When is your favourite time to practice yoga? Do you spring out of bed in the mornings and roll straight onto your mat? Do you assume your dogward dog position in the midday sun? Or are you a yoga night owl, practicing just before hoping into bed?
Is there a perfect time to practice yoga?
If you were in Mysore, India you would no doubt roll out of bed at 4am and make your way to the Shala. As the KPJAYI gets more and more popular yogis have to get up earlier and earlier in order to beat the queues!
Us western yogis have more choice in the time of day we practice. Most people prefer to get it out of the way early in the morning where as others feels tight, stiff and completely unmotivated first thing. So, when is the best time of day to practice?
In truth there is no ‘perfect’ time to practice. Traditionally yogis practiced at sunrise because this was their morning prayer (hence ‘Sun Salutation). Yoga teachers tend to practice in the morning because they have to teach classes all day so have no other time for a personal practice. Fitness yogis may change their time of practice, maybe attending their favourite classes at different times of the day. Stressed out yogis (yes, they exist!) may choose to practice at the end of the day so they feel less stressed before heading to bed, making sleeping easier.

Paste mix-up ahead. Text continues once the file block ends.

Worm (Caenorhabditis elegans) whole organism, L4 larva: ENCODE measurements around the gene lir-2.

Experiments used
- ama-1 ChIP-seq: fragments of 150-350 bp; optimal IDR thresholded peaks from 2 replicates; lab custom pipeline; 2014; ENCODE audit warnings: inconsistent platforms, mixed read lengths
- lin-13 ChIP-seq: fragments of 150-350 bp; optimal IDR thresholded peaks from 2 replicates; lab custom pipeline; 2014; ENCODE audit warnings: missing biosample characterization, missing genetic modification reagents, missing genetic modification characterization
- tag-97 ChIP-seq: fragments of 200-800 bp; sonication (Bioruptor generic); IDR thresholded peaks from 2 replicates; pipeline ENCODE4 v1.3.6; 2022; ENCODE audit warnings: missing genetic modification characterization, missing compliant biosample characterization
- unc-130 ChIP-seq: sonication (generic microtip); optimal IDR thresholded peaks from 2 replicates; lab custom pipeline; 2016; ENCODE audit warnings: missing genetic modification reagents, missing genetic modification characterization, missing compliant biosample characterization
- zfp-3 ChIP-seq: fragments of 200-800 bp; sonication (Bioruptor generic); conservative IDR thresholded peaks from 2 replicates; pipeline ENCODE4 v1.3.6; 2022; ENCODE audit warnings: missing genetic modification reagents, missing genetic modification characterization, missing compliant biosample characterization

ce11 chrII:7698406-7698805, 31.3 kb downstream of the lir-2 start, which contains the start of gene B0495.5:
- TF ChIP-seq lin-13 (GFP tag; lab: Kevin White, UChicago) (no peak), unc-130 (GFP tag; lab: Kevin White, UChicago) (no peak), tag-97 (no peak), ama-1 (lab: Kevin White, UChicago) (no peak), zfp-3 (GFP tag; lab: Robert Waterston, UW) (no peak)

If you are new to yoga you probably won’t want to roll out of bed onto your mat. Your body is naturally less flexible in the mornings because your muscle dehydrate overnight making for restricted movement in the morning.
Top Tip: if you want to try a good morning yoga practice drink 1 pint of water 30 minutes before rolling out your mat, then roll a golf ball into the arch of your foot (there is a science behind this, one that I will bored you with at a later date). Trust me, you will find your morning practice easier.
There will be days when you don’t want to practice, somedays it will be your body telling you not to, other days it will be your mind. There is a fine line between laziness and rest. Your yoga practice will help you listen to and understand your body at a deeper level. You’ll soon know when you need rest and when you need yoga.
The best piece of advice I can give, be gentle with your body, be gentle with your mind.
Or as David Swenson wisely said, ‘Don’t let yoga ruin your life’.